Writhlington School is an average sized mixed 11-18 comprehensive school serving the rural communities of Radstock, Peasdown and Midsomer Norton as well as the wider surrounding towns and villages such as Frome and Bath. As students come from a wide range of primary schools with a variety of educational experiences, our curriculum is designed to ensure that all students can quickly achieve their personal best. Most of our students arrive having achieved inline with National Expectations at KS2, but there are a significant number of students who do need further support to quickly develop the literacy skills needed to succeed at KS4 and our phonics programme supports them to make rapid progress.
The school has a higher than average number of students in receipt of the Pupil Premium and those requiring extra support as they have special educational needs. Hence, it is important that Writhlington is an ambitious school so that we can change life outcomes for our students. Ultimately, we aim to exceed the National Curriculum requirements at Key Stage 3 and provide our students with a rich and varied diet of academic and vocational qualifications at Key Stage 4. Our school values of Respect, Resilience, Ambition, Kindness, Confidence and Success ensure that our students have the attitudes as well as the qualifications needed for educational success and the best life chances/ opportunities.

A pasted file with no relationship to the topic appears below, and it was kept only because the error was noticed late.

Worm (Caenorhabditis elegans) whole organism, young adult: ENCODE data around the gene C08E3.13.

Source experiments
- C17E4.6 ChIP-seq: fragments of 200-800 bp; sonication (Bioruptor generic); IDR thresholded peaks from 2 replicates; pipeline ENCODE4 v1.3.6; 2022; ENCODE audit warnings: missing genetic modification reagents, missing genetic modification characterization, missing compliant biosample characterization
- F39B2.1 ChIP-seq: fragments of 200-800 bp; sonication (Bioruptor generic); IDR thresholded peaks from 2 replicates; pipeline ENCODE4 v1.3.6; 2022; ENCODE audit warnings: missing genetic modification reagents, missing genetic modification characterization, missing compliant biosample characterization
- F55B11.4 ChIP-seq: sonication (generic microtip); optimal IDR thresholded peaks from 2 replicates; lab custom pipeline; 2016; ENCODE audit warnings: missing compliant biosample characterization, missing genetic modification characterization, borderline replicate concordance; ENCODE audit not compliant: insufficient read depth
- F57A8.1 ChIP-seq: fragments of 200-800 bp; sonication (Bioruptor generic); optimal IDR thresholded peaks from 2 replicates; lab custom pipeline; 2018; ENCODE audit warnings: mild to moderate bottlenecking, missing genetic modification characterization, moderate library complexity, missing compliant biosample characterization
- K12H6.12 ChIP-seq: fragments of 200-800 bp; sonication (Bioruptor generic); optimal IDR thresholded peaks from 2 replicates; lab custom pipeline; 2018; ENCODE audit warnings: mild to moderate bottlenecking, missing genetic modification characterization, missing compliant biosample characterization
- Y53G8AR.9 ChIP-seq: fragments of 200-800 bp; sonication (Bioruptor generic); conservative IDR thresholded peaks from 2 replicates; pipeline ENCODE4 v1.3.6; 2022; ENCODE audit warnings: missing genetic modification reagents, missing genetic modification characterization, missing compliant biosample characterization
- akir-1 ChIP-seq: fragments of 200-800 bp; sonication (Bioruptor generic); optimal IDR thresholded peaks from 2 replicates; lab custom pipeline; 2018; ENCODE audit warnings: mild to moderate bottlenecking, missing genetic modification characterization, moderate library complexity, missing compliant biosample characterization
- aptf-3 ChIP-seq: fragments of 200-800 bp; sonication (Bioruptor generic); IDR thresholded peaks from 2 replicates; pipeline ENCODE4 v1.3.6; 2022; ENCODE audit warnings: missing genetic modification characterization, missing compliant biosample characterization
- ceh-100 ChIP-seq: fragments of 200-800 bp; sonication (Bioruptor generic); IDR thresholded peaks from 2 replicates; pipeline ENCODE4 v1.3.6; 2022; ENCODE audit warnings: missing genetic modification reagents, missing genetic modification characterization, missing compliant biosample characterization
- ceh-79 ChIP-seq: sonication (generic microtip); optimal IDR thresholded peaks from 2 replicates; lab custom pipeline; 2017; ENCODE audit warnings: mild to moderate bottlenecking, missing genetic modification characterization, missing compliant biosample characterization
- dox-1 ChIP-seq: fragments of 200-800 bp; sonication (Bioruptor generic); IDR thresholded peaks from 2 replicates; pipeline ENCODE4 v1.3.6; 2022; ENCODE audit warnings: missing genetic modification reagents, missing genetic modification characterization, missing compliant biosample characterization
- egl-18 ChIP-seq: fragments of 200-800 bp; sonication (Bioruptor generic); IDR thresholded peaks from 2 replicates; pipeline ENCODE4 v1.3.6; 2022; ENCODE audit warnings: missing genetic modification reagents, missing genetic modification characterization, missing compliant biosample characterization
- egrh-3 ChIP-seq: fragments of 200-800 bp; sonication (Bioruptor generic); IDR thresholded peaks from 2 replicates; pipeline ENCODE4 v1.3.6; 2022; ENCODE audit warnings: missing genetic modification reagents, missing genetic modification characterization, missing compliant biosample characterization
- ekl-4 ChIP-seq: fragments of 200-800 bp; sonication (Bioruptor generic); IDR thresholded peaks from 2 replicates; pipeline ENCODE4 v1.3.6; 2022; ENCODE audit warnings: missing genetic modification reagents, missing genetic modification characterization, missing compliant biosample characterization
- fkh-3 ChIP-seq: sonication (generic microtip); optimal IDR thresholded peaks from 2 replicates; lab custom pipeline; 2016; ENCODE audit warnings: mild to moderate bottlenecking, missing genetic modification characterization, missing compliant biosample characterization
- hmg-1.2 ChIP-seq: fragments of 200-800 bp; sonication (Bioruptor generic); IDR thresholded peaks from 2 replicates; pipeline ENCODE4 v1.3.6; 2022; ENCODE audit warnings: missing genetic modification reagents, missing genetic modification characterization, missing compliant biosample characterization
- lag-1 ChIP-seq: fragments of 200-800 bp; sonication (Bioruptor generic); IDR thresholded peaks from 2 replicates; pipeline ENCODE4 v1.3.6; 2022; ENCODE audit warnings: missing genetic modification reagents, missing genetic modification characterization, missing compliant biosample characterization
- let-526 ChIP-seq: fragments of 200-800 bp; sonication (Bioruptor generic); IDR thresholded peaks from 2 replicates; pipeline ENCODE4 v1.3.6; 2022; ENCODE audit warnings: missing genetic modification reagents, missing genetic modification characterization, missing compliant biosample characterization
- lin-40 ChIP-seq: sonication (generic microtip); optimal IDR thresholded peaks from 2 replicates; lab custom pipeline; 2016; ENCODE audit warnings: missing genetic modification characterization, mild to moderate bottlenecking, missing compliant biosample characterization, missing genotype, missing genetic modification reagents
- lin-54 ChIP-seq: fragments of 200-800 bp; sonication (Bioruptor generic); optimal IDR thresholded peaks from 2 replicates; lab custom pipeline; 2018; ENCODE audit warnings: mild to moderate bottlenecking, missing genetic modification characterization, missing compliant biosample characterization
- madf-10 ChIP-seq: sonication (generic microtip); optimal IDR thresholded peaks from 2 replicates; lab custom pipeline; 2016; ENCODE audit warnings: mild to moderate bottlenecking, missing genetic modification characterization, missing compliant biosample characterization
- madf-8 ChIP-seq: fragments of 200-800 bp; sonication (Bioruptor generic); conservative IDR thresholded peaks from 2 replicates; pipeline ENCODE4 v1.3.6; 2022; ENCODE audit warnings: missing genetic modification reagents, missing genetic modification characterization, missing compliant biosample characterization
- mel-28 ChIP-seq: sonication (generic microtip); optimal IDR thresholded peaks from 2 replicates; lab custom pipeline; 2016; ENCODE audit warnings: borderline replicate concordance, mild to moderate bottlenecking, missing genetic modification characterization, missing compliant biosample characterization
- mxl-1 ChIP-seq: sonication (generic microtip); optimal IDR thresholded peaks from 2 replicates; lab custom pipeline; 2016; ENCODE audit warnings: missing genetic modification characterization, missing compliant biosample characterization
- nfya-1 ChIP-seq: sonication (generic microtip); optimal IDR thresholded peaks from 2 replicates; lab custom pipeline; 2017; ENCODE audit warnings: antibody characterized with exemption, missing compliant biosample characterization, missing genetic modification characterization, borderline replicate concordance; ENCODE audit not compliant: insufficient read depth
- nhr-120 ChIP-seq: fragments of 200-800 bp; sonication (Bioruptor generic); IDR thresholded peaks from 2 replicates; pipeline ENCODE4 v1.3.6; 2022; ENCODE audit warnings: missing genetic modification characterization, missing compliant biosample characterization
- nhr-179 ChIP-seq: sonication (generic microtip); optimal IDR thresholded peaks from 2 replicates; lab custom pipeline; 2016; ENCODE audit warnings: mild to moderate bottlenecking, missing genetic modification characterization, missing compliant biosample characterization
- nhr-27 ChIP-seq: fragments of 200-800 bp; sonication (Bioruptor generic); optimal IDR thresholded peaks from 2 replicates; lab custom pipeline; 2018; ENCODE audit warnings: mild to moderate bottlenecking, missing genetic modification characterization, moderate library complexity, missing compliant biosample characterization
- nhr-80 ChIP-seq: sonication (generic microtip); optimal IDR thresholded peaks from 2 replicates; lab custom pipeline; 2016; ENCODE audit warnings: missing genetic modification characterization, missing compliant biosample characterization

Our school values of Respect, Resilience, Ambition, Kindness, Confidence and Success ensure that our students have the attitudes as well as the qualifications needed for educational success and the best life chances/ opportunities.
“The atmosphere in lessons is calm and purposeful.”
Our curriculum has a strong focus on developing knowledge.
Acquisition of knowledge allows our students to develop the:
As literacy is at the centre of all that we do, we aim to foster a love of reading with our students at our school, which also allows them to develop empathy towards others whose lives are very different from their own socio-economic background and culture. Ultimately, we want our students to become well-rounded members of society and have the skills and attitude needed to lead a happy and healthy life. Hence our focus on careers education and social, moral, spiritual and cultural development through our wider curriculum offer ensures that our students have a much wider understanding of the world around them, which is much more diverse than our school in Writhlington, which is ultimately predominantly white British.